Monday, 5 December 2016

A Guide to Occupational Lenses

 What are occupational lenses? 

Unfortunately our eyes weren't designed to read for any length of time and this gets increasingly difficult as we get older. After the age of 40 nearly everyone will need reading glasses. However, if we still want to function normally and read, use a computer,  whilst being able to peer up and see distance objects like clocks and people's faces, then we need a more advanced lens type. Varifocals were often used for this but they were designed before the internet age. They are great for driving or walking around shopping but as they have little intermediate correction they are not very good for computer use. Therefore, for today's digital world lens manufacturers have come up with "Occupational" or "Indoor" Lenses.

Occupational lenses are a type of varifocal lens that are designed to suit a specific task, such as working at a computer in an office environment.

Normal Reading Glasses
Traditional reading glasses are clear at our normal reading distance of approximately 40cm. However, in today's modern world we often have to read at arms length or further due to phones, tablets and computer screens. With a normal varifocal lens there are three useful parts in the lens, these being the distance part, the intermediate part and the near part, found in the top, middle and bottom of the lens respectively. Typically a normal varifocal lens is set up to favour distance vision and near vision, and the intermediate part of the lens is quite small. This can be a disadvantage for anyone who spends a lot of time at a computer screen as it restricts the position from which a screen can be viewed clearly, and means that the wearer must keep their head in one place.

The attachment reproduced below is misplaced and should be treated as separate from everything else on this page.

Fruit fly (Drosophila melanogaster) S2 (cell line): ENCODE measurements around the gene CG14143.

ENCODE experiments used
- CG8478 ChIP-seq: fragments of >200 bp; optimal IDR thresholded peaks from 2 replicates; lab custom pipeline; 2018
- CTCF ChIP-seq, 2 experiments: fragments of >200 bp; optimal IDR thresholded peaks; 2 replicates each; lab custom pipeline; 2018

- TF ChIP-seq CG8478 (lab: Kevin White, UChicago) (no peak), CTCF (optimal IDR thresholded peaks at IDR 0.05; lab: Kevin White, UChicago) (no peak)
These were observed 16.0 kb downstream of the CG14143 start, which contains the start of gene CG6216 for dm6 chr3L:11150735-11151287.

To overcome this difficulty, the occupational lens, also known as an indoor lens and as a degressive lens, increases the size of the near and intermediate parts of the lens. To do this it usually sacrifices some or all of the distance prescription.

Add Power 60
The Hoya Add Power 60 is a degressive lens that sacrifices all of the distance prescription in order to get the best possible vision in the near portion of the lens out to a distance of sixty centimetres, which is a typical computer screen distance. This lens is ideal for a job that requires a lot of reading and computer screen work, but little else.

Tact 200
The Hoya Tact 200 and Tact 400, also sacrifice the full distance prescription to maximize the near and intermediate parts of the lens, but in this case they allow clear vision out to 2m and 4m respectively. The Tact 200 would be ideal for someone working at a computer in a smaller office area, and the Tact 400 might be used by someone working at a computer in a larger, open office.

 Great for wearing indoors 

Great for reading music
For those people who want the advantage of a degressive lens, but without completely sacrificing the distance part of the prescription, Hoya supply the Workstyle range in 200 and 400 versions. These are lenses that maximize the near portion of the lens and the intermediate portion of the lens out to either 2m or 4m, like the Tact lenses, but which also retain a small portion of the lens for the full distance prescription. This offers an excellent solution to the requirements of office work, but because the distance portion of the lens is smaller than the intermediate and near portion, these lenses should not be used for driving. However, many people find them great for hobbies such as reading music or sports such as golf and shooting.

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